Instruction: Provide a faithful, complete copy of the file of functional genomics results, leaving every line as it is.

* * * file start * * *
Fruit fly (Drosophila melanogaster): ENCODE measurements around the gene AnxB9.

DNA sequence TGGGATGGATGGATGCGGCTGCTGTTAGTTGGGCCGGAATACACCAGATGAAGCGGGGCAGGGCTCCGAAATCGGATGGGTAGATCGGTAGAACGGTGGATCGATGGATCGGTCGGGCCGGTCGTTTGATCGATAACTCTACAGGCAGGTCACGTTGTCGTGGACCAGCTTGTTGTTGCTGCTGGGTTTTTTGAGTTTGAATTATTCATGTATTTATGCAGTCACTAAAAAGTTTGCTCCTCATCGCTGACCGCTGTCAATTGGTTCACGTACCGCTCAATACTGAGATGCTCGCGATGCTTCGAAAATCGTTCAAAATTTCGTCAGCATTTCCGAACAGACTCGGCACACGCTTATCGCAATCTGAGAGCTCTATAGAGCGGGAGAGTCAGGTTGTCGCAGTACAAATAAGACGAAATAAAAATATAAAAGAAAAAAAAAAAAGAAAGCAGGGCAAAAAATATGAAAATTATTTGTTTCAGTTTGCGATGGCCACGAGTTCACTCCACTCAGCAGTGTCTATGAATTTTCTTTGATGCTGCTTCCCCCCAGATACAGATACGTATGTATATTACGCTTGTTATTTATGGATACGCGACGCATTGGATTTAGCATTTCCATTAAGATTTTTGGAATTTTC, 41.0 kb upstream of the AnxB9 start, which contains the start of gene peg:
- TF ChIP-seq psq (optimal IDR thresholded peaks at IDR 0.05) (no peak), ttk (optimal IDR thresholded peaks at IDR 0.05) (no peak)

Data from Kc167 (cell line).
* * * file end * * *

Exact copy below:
Fruit fly (Drosophila melanogaster): ENCODE measurements around the gene AnxB9.

DNA sequence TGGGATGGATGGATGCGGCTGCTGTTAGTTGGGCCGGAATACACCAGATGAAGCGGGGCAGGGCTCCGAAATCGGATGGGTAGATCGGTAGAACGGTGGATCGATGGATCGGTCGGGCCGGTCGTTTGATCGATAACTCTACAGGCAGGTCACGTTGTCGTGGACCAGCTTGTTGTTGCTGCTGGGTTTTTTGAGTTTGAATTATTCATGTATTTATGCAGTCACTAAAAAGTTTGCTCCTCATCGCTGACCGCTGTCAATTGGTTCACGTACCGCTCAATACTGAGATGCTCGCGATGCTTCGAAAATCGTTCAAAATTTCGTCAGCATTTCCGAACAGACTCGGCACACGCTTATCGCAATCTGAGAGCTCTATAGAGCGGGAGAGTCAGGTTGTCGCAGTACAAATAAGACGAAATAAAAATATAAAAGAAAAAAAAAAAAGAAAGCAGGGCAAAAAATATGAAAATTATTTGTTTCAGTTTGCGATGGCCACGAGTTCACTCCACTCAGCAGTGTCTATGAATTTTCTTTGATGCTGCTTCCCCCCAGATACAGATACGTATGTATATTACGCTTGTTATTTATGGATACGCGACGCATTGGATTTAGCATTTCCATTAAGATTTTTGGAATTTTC, 41.0 kb upstream of the AnxB9 start, which contains the start of gene peg:
- TF ChIP-seq psq (optimal IDR thresholded peaks at IDR 0.05) (no peak), ttk (optimal IDR thresholded peaks at IDR 0.05) (no peak)

Data from Kc167 (cell line).